Opposition in the Lok Sabha on Friday termed the legislation to regulate foreign contributions in the wake of changed internal security environment as 'half baked'.
"It is a half-baked law, but we support it as our party favours stringent laws to defend national security," Nishikant Dubey (BJP) said initiating the debate on the Foreign Contribution (Regulation) Bill, 2010, already passed by the Rajya Sabha.
He wanted to know the steps government has taken to check flow of funds to encourage conversions in the country.
Dubey asked the government to explain whether any provision has been put in the bill to find out foreign contributions received by its officers posted abroad and accused of various charges.
He referred to a joint director of Research and Analysis Wing who had recently fled the country and Madhuri Gupta, an MEA official posted at Indian High Commission in Islamabad who is accused of passing information to Pakistan.
He said large-scale conversions have taken place in states like Jharkhand and the North East region. "Such funds are being used by the ISI and the demography is being changed," he said.
The BJP member accused the government of failing to check the flow of unaccounted money in the country.
He said Pakistan's ISI was using religious and fundamental groups running schools, indulging in conversions and even providing loans to farmers.
Dubey sought to know whether any steps have been taken by the government to ban NGOs making efforts to 'stop development' in the country.
"NGOs operating in the country are indulging in a big game. . . they are supporting agitation in Jammu and Kashmir, trying to shut the Narmada Dam," he said.
In an oblique reference to conversions, he quoted official data to claim that maximum fund was flowing to India from the United States, the United Kingdom and Germany.
The BJP MPs also used the opportunity to attack Home Minister P Chidambaram for his remarks on 'saffron terror' and said the union minister should seek an apology for his statement.
"When Godse killed Gandhiji, will you call him a Marathi terrorist, will the rebels in North East be termed as White or Christian terrorists, will militants in Jammu and Kashmir be called Muslim terrorists? Then why use the term saffron terror," he asked. Chidambaram was not present in the House.
P T Thomas (Cong) said the bill was a welcome move. Referring to foreign fundings, he said the government should hold a probe into a recent incident in Kerala where loads of fake Indian currency notes were 'distributed' by the ISI.
Shailendra Kumar (SP) said we should be wary of the sudden benevolence of some capitalist countries which want to give funds to our NGOs. No account of religious organisations, including Christian missionaries, getting the foreign funds was being maintained, he said.
Baliram (BSP) said NGOs were becoming rich by getting foreign funds in the name of helping the poor. More than 40,000 NGOs were getting foreign funds but the government was not aware of the source of this money.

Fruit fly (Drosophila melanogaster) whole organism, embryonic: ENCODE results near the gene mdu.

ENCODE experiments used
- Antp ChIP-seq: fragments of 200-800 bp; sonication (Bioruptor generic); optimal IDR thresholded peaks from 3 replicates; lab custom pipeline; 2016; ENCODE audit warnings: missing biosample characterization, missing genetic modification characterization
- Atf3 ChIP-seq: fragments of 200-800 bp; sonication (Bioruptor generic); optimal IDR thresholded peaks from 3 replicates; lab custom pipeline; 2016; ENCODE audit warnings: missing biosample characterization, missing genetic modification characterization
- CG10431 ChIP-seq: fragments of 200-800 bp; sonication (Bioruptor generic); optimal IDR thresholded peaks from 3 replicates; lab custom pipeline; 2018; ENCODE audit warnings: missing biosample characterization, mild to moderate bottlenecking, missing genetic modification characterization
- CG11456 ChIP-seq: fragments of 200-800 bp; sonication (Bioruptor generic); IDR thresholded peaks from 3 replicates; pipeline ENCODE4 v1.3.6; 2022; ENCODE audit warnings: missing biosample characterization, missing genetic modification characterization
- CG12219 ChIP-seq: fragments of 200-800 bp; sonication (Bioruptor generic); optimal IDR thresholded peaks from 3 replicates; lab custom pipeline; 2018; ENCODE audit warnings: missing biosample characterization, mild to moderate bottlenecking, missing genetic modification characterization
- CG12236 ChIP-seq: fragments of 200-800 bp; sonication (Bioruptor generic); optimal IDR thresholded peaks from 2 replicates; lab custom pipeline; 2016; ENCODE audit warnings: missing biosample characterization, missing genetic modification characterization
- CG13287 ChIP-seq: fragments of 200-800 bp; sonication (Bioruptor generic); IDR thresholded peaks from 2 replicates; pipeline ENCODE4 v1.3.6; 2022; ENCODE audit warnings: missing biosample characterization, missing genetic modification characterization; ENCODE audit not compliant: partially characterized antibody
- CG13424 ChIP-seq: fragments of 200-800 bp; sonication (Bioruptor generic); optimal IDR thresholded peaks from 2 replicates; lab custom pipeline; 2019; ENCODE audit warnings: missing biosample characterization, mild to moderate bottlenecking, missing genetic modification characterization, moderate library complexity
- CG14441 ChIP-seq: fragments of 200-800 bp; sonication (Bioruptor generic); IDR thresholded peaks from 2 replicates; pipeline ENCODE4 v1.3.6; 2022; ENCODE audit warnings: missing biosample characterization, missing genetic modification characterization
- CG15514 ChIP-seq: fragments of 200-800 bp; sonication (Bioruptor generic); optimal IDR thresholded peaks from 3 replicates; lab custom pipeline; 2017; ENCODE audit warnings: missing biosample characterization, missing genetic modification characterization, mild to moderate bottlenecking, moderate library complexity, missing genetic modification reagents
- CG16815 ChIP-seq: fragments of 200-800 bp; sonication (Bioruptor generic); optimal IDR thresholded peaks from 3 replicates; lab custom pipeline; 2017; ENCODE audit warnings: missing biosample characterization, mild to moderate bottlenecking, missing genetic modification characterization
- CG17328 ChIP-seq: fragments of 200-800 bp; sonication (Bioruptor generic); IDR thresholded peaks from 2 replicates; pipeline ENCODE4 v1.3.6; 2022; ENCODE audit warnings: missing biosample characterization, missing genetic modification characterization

Manganilal Mandal (JD-U) insisted that NGOs were being run by "clever, rich people". He said this legislation was coming at a time when the decision on government's NGO policy was pending with the Prime Minister's Office.
He demanded that the government should give the names of the 41 NGOs which it had banned recently as well as the 35 organisations that have been asked by the government to take prior permission before taking foreign funds.
Ranta De (Trinamool Congress) suggested that NGOs which submit their accounts fairly should be given benefits while those erring on this front should be penalised. She said foreign funds should be monitored to check that they are not used for funding terror activities.
A Sampath (CPI-M) said very small nations like Grenada, Luxembourg and Mauritius were sending funds to Indian NGOs and this should be checked. He said this route could be used for laundering black money.
He said it was shameful that some people had gifted NGOs to their sons-in-law as dowry though the practice of giving dowry is banned.
Raghuvansh Prasad Singh (RJD) accused some NGOs of changing their status to a "cultural organisation" to save income tax and when questioned they said these were political organisations.
When he named the RSS as one such organisation, BJP members strongly objected.
Singh said one should not make 'sarcastic remarks' that all NGOs are bad. "Some NGOs - just like some politicians and bureaucrats - are good," he said. NGOs are good for civil society, he added.
He questioned the provision in the bill that permission of the district magistrate would be required before starting an NGO and feared this could lead to corruption.
Dhananjay Singh (BJP), P D Rai (Sikkim Democratic Front) and Pannal Lal Punia also spoke on the bill.